Moderna low-dose COVID vaccine effective in kids 6-11, manufacturer says
Biotechnology company Moderna said Monday its low-dose COVID-19 vaccine is safe and appears effective in children age 6-11, poising the vaccine manufacturer to join its rival Pfizer in moving toward expanding shots to kids.
Pfizer’s vaccine for children age 5-11 is is currently undergoing evaluation by the federal Food and Drug Administration (FDA) and is expected to be available for that age group by early November. Pfizer’s vaccine is already authorized by the FDA for those age 12 and up, as opposed to Moderna, whose application to expand vaccination to include 12-17-year-olds has not yet been ruled on by the FDA.
While Moderna has not gotten authorization for vaccine use in teens, it is studying low-dose shots for younger children in the meantime. Researches tested two shots for kids age 6-11, given a month apart, and early results showed vaccinated children developed antibodies similar to those young adults produce after full-strength shots, Moderna said in a news release.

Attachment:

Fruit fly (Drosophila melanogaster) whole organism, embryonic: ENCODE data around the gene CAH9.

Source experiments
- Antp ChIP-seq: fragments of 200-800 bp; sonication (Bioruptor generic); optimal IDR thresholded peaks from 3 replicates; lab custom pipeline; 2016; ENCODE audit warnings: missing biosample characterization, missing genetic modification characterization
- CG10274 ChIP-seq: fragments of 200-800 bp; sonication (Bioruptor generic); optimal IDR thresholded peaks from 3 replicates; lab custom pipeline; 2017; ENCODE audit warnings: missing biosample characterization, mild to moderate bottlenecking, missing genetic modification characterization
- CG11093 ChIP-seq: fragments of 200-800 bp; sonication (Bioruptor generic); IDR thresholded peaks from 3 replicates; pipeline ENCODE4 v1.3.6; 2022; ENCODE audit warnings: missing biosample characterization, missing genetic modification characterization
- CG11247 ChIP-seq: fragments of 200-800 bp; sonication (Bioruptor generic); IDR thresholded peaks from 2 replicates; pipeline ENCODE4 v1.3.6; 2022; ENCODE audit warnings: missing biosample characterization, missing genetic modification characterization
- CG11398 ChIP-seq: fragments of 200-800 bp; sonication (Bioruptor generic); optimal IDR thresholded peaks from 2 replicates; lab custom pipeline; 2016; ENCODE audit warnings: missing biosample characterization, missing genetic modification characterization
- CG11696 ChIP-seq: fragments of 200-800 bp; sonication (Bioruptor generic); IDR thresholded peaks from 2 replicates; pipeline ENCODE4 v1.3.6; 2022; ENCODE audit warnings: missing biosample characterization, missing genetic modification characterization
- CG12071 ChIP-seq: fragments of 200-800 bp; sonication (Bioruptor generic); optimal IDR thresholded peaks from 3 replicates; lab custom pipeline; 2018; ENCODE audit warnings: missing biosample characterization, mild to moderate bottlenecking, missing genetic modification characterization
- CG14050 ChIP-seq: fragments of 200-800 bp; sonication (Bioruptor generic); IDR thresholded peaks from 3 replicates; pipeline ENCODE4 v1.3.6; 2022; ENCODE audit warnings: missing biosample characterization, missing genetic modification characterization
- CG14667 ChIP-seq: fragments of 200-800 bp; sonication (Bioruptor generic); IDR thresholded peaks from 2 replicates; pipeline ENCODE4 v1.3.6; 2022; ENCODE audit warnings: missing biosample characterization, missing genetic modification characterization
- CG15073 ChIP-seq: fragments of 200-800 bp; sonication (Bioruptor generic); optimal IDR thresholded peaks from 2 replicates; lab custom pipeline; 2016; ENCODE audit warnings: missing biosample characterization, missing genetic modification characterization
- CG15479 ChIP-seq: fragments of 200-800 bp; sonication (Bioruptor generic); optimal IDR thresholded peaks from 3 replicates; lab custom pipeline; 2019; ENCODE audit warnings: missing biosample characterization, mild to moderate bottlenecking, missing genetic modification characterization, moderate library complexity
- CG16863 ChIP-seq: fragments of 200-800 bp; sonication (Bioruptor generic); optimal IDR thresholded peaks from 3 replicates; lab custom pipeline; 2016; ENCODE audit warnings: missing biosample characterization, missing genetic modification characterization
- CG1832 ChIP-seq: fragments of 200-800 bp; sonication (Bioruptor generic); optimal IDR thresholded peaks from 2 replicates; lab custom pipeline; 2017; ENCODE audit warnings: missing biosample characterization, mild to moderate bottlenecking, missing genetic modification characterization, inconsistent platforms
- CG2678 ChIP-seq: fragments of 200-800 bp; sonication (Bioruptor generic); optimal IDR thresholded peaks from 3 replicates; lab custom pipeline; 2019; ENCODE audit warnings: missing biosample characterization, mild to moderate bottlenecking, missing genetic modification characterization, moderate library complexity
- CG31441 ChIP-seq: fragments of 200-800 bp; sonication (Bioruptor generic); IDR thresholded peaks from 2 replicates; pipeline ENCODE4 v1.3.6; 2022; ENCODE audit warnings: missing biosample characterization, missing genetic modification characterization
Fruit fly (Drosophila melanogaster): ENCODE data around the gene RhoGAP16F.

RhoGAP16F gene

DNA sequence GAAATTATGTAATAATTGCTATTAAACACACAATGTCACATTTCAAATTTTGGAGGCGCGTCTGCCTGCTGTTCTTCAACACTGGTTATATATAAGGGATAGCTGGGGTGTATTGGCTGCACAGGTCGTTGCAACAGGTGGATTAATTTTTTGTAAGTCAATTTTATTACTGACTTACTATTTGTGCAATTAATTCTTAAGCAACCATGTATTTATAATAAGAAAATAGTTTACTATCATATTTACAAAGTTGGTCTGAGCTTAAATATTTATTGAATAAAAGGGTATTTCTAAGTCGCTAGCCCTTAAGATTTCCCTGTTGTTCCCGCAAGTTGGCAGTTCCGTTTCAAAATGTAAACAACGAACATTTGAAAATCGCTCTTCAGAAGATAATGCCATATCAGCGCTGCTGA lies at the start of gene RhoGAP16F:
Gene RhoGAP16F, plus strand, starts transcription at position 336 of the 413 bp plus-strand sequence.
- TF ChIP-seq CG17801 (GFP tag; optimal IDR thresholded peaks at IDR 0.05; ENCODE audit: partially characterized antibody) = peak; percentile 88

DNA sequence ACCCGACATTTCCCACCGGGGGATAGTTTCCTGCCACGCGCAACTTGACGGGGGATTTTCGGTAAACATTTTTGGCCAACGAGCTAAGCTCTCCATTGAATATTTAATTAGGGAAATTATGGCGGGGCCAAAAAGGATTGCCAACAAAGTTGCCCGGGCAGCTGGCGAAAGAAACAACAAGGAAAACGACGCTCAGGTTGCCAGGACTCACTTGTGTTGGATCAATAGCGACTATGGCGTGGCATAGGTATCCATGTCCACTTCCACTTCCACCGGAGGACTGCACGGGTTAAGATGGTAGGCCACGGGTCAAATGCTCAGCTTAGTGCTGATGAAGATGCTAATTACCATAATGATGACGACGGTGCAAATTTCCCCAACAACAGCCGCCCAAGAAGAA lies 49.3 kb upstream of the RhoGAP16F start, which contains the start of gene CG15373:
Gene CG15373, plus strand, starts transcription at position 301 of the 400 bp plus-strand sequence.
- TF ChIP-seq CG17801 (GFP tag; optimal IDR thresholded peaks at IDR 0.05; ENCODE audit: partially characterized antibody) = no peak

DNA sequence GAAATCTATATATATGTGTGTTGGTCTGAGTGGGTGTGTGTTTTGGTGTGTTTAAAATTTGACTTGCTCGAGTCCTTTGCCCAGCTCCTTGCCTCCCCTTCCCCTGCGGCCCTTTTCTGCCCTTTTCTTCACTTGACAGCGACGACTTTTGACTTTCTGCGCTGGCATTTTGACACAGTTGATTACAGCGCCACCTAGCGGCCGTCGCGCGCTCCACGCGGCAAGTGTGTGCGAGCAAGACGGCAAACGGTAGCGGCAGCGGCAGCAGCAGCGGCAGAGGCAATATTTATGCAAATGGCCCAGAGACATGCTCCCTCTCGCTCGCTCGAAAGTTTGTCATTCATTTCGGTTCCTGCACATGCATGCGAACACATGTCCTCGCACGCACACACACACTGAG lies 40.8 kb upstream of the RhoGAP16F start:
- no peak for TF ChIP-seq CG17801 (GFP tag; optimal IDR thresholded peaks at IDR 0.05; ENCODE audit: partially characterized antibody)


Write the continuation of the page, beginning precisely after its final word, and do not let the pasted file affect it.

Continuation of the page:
Moderna released no further details and hasn’t submitted its data to a scientific journal but said it plans to share the interim results with the FDA and global regulators soon.
Latest COVID-19 data
South Carolina health officials reported 564 total cases of COVID-19 Oct. 26, with 456 confirmed. A total of six new deaths, all confirmed, were also reported Monday.
With 13,126 tests reported, 5.7% were confirmed positive.
Percentage of S.C. residents with at least one vaccine: 62.2%
Percentage of S.C. residents who have completed vaccination: 54.6%
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